where \({\text{Xpixel}}_{{\text{Li}}}\) is No. of pixels containing landslide points in class \({\text{X}}\), \({\text{Ypixel}}_{{\text{Ti}}}\) is the No. of total pixels covering in class \({\text{X}}\) over the study area, \(\sum {\text{Xpixel}}_{{\text{Li}}}\) is the sum of pixels containing landslide points in class \({\text{X}}\) and \(\sum {\text{Ypixel}}_{{\text{Ti}}}\) is the sum of pixels covering in class \({\text{X}}\) over the study area.

The value of frequency ratio >1 indicates there is a positive relationship between training points and each class of landslide conditioning factor and high landslide susceptibility, whereas a value <1 directs negative relation and low landslide susceptibility (Mind’je et al. 2020).

Statistical index (SI)

A statistical index (SI) is also BSM commonly used for landslide susceptibility assessment (Thapa and Esaki 1970). Using the SI, the particular class of a conditioning factor can be weighted based on the pixel concentration of landslide points of specific criteria and the total pixel concentration of landslide points across the whole study area (Bourenane et al. 2021). The weight of landslide factors computed using SI can be expressed as Eq. (2)

$${\text{SI}} = {\text{In}}\left( {\frac{{{\text{ld}}_{ij} }}{{{\text{td}}}}} \right) = {\text{In}}\left( {\frac{{\frac{{L_{ij} }}{{L_{tn} }}}}{{\frac{{{\text{pix}}_{ij} }}{{{\text{pix}}_t }}}}} \right)$$

where \({\text{ld}}_{ij}\) is the landslide density for i class of j factor, td is the total landslide density of the whole study region, Lij is the number of landslides in i class of j factor, Ltn is the total number of landslides in the whole study region, \({\text{pix}}_{ij}\) is the number of pixels in i class of j factor, and \({\text{pix}}_t\) is the total pixels of the whole study region.

The positive and negative value calculated using SI shows the presence and absence of a link between each class of landslide causative factors and landslide current events of landslide, respectively (Razavizadeh et al. 2017).

Index of entropy (IoE)

Index of entropy (IOE) is another BSM used for landslide susceptibility mapping, where determined on the basis of certain variables which calculate the weight of each variable. In this method, entropy depicts the level of uncertainty, imbalance, disorder and instability (Youssef et al. 2015). The role of different conditioning factors on the occurrence of landslides is represented by the entropy which provides an index system (Sahana et al. 2020) So, the value of entropy is useful for calculating the factor’s weight (Zhang et al. 2019). The equations which are used for calculating the information coefficient and \(W_{f }\) expressing the weight of factors as a whole are as follows (Eqs. 38)

$$P_{rs} = \frac{p}{q}$$
$$\left( {P_{rs} } \right) = {\raise0.7ex\hbox{${P_{rs} }$} \!\mathord{\left/ {\vphantom {{P_{rs} } {\sum_{s = 1}^{L_s } P_{rs} }}}\right.\kern-0pt}\!\lower0.7ex\hbox{${\sum_{s = 1}^{L_s } P_{rs} }$}}$$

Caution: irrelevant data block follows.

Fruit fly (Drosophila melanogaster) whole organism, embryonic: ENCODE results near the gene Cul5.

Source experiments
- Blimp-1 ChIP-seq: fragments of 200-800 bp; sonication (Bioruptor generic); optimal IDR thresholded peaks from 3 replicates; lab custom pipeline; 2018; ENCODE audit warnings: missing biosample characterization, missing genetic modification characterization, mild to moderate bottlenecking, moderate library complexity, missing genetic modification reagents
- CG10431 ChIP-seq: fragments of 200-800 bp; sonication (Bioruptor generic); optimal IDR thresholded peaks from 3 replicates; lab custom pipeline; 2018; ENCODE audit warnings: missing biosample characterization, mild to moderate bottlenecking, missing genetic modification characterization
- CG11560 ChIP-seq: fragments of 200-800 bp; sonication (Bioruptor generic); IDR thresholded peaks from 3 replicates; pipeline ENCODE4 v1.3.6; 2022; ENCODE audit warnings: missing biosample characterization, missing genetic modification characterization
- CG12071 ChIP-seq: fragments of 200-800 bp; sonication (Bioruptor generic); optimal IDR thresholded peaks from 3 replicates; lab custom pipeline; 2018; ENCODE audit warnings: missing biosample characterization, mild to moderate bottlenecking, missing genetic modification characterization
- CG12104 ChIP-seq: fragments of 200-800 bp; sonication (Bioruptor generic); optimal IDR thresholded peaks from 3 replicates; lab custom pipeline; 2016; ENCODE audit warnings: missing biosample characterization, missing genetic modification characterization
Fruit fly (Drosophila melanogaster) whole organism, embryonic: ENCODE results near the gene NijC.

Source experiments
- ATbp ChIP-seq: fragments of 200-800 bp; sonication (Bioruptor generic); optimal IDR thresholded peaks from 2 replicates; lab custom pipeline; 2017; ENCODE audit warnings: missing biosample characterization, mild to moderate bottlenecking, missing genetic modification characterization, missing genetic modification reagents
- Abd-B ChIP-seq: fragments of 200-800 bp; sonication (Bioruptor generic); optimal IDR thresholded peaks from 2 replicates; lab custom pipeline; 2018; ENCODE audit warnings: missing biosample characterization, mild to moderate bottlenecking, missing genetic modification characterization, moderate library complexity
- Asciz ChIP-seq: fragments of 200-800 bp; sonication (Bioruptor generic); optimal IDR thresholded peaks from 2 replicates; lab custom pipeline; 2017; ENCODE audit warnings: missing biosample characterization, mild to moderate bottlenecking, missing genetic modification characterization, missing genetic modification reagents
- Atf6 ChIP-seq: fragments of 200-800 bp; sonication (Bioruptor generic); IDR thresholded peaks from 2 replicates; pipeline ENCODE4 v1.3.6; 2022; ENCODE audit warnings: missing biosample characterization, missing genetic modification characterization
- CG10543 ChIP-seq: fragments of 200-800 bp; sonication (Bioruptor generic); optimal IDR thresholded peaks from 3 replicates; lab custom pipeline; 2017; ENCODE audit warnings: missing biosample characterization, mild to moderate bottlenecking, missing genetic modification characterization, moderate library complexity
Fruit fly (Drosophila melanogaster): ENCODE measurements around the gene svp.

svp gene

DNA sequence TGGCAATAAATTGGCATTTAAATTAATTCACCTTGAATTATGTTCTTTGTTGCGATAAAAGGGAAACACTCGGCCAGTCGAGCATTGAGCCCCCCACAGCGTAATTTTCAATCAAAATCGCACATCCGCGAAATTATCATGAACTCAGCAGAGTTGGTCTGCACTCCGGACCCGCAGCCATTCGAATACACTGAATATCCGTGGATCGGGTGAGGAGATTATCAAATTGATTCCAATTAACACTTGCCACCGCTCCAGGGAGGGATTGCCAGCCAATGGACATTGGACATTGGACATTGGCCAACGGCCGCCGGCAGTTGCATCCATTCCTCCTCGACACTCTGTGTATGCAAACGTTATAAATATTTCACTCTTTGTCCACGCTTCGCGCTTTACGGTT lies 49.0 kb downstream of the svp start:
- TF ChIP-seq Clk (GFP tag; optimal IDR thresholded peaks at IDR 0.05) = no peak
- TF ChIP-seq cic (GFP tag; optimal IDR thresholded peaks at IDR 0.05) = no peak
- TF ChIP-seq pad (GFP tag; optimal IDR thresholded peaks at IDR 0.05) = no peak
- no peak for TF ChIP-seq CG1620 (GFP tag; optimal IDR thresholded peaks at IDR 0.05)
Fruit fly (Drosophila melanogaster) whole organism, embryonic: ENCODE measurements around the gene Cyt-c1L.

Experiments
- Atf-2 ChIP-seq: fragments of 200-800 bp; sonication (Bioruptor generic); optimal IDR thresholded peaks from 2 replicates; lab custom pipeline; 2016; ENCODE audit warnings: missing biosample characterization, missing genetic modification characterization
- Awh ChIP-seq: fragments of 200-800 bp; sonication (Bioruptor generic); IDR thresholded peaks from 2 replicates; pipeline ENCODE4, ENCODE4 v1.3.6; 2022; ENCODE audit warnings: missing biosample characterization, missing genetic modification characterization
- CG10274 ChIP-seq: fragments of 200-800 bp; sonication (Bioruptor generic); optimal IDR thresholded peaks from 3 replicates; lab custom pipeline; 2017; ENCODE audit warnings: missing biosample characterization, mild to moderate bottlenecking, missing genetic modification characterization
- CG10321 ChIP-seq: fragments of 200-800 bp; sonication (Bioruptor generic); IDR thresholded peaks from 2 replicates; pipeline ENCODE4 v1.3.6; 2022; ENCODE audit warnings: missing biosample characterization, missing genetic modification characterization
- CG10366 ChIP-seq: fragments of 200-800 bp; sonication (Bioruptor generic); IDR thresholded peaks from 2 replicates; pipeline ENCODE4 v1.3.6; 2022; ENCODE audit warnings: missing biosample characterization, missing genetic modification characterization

$$E_s = \mathop \sum \limits_{s = 1}^{L_s } \left( {P_{rs} } \right)\log_2 \left( {P_{rs} } \right), s = 1, \ldots , n$$
$$E_{{\text{smax}}} = \log_2 L_s ,L_s - {\text{No}}{. }\,{\text{of }}\,{\text{classes}}$$
$$I_s = {\raise0.7ex\hbox{${E_{{\text{smax}}} - E_s }$} \!\mathord{\left/ {\vphantom {{E_{{\text{smax}}} - E_s } {E_{s\max } , I = \left( {0,1} \right), s = 1, \ldots \ldots , n}}}\right.\kern-0pt}\!\lower0.7ex\hbox{${E_{s\max } , I = \left( {0,1} \right), s = 1, \ldots \ldots , n}$}}$$
$$W_f = I_s P_{rs}$$

where p and q are the area and percentage of landslide, respectively, Prs is the density of possibility, Es and Esmax are the entropy values, Is and Wf are information coefficient and factor’s weight as a whole, respectively.


Landslide-controlling criteria

A landslide is a physical phenomenon that occurs due to the synergic action of many environmental factors (Dikshit et al. 2020). Therefore, to accurately estimate the spatial risk of landslides, it is very critical to select the triggering factors which have a high influence on the landslides. However, it should be noted that these were selected depending on the initial data availability, type and pattern of landslides, geographical features of the study area and Mediterranean landslide literature (Yu et al. 2022; Senouci et al. 2021; Ullah et al. 2022). At the present assessment, 13 landslide conditioning factors were selected (i.e. slope degrees, slope aspect, curvature, plan curvature, profile curvature, altitude, distance from faults, distance from streams, distance from roads, Normalized Difference Vegetation Index (NDVI), precipitation, geology and Topographic Wetness Index (TWI).

Slope angle

Slope angle is a main terrestrial motivating factor influencing slope debris stabilization (Costache and Tien Bui 2020; Abdo 2022). It is an important landslide conditioning factor because the likelihood of landslide occurrence increases with the slope angle values (Abedini et al. 2019). Mohan et al. (2021) mentioned that the effects of stress and gravity on the slope materials are higher with the slope angle increasing. In the current evaluation, the slope angle parameter map of the study basin was derived from digital elevation model (DEM) and was divided into six classes: flat (0°–5°), gentle slope (5°–10°), moderate (10°–15°), moderate steep (15°–20°), steep (20°–25°) and very steep (<25°) as reported in Fig. 3a.